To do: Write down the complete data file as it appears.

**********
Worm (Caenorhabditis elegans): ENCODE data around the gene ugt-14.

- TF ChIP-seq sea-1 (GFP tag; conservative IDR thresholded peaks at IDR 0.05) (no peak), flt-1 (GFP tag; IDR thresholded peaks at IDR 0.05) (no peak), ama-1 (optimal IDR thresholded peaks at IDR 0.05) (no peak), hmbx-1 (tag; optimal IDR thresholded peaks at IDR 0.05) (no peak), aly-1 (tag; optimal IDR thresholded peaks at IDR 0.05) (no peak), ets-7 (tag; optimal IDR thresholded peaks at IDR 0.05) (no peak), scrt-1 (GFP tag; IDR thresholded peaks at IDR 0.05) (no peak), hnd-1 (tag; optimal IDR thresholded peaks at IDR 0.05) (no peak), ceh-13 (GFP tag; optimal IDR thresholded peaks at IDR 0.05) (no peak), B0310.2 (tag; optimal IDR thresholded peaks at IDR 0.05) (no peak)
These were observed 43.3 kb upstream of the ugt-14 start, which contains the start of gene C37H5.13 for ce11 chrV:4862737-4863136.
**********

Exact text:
Worm (Caenorhabditis elegans): ENCODE data around the gene ugt-14.

- TF ChIP-seq sea-1 (GFP tag; conservative IDR thresholded peaks at IDR 0.05) (no peak), flt-1 (GFP tag; IDR thresholded peaks at IDR 0.05) (no peak), ama-1 (optimal IDR thresholded peaks at IDR 0.05) (no peak), hmbx-1 (tag; optimal IDR thresholded peaks at IDR 0.05) (no peak), aly-1 (tag; optimal IDR thresholded peaks at IDR 0.05) (no peak), ets-7 (tag; optimal IDR thresholded peaks at IDR 0.05) (no peak), scrt-1 (GFP tag; IDR thresholded peaks at IDR 0.05) (no peak), hnd-1 (tag; optimal IDR thresholded peaks at IDR 0.05) (no peak), ceh-13 (GFP tag; optimal IDR thresholded peaks at IDR 0.05) (no peak), B0310.2 (tag; optimal IDR thresholded peaks at IDR 0.05) (no peak)
These were observed 43.3 kb upstream of the ugt-14 start, which contains the start of gene C37H5.13 for ce11 chrV:4862737-4863136.